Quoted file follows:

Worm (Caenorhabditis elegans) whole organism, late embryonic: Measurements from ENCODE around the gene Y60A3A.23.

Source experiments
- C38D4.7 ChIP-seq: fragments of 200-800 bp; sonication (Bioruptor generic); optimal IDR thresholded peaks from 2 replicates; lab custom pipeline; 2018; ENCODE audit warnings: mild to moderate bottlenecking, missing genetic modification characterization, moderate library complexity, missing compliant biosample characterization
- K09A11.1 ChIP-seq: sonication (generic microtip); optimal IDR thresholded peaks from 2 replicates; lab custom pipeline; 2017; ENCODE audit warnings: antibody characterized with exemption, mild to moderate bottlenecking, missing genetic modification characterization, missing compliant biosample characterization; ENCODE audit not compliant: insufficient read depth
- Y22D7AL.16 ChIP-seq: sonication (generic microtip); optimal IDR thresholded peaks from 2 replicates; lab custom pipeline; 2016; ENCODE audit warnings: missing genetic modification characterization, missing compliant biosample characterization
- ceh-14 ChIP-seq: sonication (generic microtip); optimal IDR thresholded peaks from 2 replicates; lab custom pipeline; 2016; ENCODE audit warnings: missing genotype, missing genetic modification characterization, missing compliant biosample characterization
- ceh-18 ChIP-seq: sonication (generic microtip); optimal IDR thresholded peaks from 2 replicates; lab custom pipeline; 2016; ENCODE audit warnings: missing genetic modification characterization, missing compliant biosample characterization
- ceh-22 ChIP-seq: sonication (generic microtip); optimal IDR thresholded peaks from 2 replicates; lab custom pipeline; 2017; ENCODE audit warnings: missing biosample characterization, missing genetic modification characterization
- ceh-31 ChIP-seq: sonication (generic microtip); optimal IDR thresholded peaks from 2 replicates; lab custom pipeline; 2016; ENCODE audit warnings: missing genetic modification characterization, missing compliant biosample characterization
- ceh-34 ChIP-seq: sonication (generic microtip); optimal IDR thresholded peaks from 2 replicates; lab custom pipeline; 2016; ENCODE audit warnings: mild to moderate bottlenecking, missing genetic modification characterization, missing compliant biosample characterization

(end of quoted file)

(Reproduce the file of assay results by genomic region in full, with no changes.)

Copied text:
Worm (Caenorhabditis elegans) whole organism, late embryonic: Measurements from ENCODE around the gene Y60A3A.23.

Source experiments
- C38D4.7 ChIP-seq: fragments of 200-800 bp; sonication (Bioruptor generic); optimal IDR thresholded peaks from 2 replicates; lab custom pipeline; 2018; ENCODE audit warnings: mild to moderate bottlenecking, missing genetic modification characterization, moderate library complexity, missing compliant biosample characterization
- K09A11.1 ChIP-seq: sonication (generic microtip); optimal IDR thresholded peaks from 2 replicates; lab custom pipeline; 2017; ENCODE audit warnings: antibody characterized with exemption, mild to moderate bottlenecking, missing genetic modification characterization, missing compliant biosample characterization; ENCODE audit not compliant: insufficient read depth
- Y22D7AL.16 ChIP-seq: sonication (generic microtip); optimal IDR thresholded peaks from 2 replicates; lab custom pipeline; 2016; ENCODE audit warnings: missing genetic modification characterization, missing compliant biosample characterization
- ceh-14 ChIP-seq: sonication (generic microtip); optimal IDR thresholded peaks from 2 replicates; lab custom pipeline; 2016; ENCODE audit warnings: missing genotype, missing genetic modification characterization, missing compliant biosample characterization
- ceh-18 ChIP-seq: sonication (generic microtip); optimal IDR thresholded peaks from 2 replicates; lab custom pipeline; 2016; ENCODE audit warnings: missing genetic modification characterization, missing compliant biosample characterization
- ceh-22 ChIP-seq: sonication (generic microtip); optimal IDR thresholded peaks from 2 replicates; lab custom pipeline; 2017; ENCODE audit warnings: missing biosample characterization, missing genetic modification characterization
- ceh-31 ChIP-seq: sonication (generic microtip); optimal IDR thresholded peaks from 2 replicates; lab custom pipeline; 2016; ENCODE audit warnings: missing genetic modification characterization, missing compliant biosample characterization
- ceh-34 ChIP-seq: sonication (generic microtip); optimal IDR thresholded peaks from 2 replicates; lab custom pipeline; 2016; ENCODE audit warnings: mild to moderate bottlenecking, missing genetic modification characterization, missing compliant biosample characterization